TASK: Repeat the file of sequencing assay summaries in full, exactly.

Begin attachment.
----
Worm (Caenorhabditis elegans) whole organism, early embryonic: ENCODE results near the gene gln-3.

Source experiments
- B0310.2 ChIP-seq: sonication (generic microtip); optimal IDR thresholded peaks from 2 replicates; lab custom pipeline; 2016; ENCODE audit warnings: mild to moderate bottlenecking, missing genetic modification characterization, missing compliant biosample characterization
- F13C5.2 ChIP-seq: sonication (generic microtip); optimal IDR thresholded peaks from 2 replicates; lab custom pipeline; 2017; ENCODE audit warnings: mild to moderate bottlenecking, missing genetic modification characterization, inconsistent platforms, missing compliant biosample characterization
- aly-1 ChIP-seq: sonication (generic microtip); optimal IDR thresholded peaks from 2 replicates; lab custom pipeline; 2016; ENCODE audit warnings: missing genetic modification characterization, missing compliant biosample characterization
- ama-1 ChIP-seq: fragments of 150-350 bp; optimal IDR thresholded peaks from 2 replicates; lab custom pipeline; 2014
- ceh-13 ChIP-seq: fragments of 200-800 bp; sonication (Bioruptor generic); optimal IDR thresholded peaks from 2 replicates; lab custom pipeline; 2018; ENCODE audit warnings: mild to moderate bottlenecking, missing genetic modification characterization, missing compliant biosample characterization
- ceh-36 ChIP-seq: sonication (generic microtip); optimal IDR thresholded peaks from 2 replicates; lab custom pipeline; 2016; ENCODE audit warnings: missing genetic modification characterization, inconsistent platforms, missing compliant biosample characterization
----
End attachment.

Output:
Worm (Caenorhabditis elegans) whole organism, early embryonic: ENCODE results near the gene gln-3.

Source experiments
- B0310.2 ChIP-seq: sonication (generic microtip); optimal IDR thresholded peaks from 2 replicates; lab custom pipeline; 2016; ENCODE audit warnings: mild to moderate bottlenecking, missing genetic modification characterization, missing compliant biosample characterization
- F13C5.2 ChIP-seq: sonication (generic microtip); optimal IDR thresholded peaks from 2 replicates; lab custom pipeline; 2017; ENCODE audit warnings: mild to moderate bottlenecking, missing genetic modification characterization, inconsistent platforms, missing compliant biosample characterization
- aly-1 ChIP-seq: sonication (generic microtip); optimal IDR thresholded peaks from 2 replicates; lab custom pipeline; 2016; ENCODE audit warnings: missing genetic modification characterization, missing compliant biosample characterization
- ama-1 ChIP-seq: fragments of 150-350 bp; optimal IDR thresholded peaks from 2 replicates; lab custom pipeline; 2014
- ceh-13 ChIP-seq: fragments of 200-800 bp; sonication (Bioruptor generic); optimal IDR thresholded peaks from 2 replicates; lab custom pipeline; 2018; ENCODE audit warnings: mild to moderate bottlenecking, missing genetic modification characterization, missing compliant biosample characterization
- ceh-36 ChIP-seq: sonication (generic microtip); optimal IDR thresholded peaks from 2 replicates; lab custom pipeline; 2016; ENCODE audit warnings: missing genetic modification characterization, inconsistent platforms, missing compliant biosample characterization